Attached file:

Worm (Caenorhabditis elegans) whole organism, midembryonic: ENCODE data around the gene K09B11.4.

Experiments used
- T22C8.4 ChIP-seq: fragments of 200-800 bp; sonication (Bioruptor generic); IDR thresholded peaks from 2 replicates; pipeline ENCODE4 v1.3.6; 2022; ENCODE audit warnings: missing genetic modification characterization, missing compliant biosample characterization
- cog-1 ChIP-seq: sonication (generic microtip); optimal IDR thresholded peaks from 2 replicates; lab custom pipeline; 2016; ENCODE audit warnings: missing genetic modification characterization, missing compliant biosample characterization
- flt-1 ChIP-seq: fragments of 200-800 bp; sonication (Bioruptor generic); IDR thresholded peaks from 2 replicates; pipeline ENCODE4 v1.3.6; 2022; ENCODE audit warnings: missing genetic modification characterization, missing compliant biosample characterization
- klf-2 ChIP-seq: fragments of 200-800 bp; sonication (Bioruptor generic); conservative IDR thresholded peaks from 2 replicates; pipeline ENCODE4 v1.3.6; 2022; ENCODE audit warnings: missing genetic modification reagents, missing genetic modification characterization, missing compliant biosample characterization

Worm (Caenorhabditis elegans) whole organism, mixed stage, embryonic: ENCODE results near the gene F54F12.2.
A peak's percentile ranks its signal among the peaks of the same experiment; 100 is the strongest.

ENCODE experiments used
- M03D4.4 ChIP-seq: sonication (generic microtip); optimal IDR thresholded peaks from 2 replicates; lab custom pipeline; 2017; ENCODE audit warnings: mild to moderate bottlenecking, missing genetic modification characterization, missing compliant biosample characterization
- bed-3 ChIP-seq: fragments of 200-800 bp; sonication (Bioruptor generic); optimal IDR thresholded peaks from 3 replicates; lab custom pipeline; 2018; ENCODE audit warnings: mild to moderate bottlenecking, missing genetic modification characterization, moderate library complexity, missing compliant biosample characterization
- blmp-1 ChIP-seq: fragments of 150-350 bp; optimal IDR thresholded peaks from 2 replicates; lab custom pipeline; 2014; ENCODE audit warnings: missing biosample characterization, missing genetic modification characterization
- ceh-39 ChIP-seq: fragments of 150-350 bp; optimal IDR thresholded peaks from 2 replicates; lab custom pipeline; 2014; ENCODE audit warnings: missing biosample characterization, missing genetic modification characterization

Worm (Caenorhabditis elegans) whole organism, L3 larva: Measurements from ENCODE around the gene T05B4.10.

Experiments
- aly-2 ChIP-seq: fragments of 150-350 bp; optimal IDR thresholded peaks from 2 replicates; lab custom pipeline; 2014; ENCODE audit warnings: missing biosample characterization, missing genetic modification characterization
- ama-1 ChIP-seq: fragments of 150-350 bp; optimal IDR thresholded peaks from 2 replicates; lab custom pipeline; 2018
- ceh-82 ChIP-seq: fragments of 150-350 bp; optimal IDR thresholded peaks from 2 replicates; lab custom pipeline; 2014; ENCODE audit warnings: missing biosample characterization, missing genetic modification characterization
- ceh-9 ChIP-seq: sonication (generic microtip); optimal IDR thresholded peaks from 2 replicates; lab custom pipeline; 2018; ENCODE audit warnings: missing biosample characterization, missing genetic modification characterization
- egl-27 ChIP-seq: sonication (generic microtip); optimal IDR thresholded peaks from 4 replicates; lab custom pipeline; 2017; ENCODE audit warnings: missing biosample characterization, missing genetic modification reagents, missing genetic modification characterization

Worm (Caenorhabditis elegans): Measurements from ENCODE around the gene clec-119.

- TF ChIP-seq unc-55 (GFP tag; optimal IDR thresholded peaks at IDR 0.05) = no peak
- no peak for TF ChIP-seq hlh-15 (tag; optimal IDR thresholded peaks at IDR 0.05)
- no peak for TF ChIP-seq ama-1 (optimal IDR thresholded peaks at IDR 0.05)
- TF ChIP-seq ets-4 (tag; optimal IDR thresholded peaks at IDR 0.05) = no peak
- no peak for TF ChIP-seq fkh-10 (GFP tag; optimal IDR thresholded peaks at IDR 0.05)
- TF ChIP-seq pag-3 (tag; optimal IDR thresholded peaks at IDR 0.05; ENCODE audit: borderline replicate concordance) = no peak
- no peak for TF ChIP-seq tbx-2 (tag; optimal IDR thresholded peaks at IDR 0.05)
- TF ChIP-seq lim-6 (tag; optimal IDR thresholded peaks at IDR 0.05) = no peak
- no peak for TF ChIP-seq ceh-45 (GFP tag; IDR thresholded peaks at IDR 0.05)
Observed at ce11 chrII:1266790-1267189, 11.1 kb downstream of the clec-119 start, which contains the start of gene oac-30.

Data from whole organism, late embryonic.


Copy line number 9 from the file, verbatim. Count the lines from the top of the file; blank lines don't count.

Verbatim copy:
ENCODE experiments used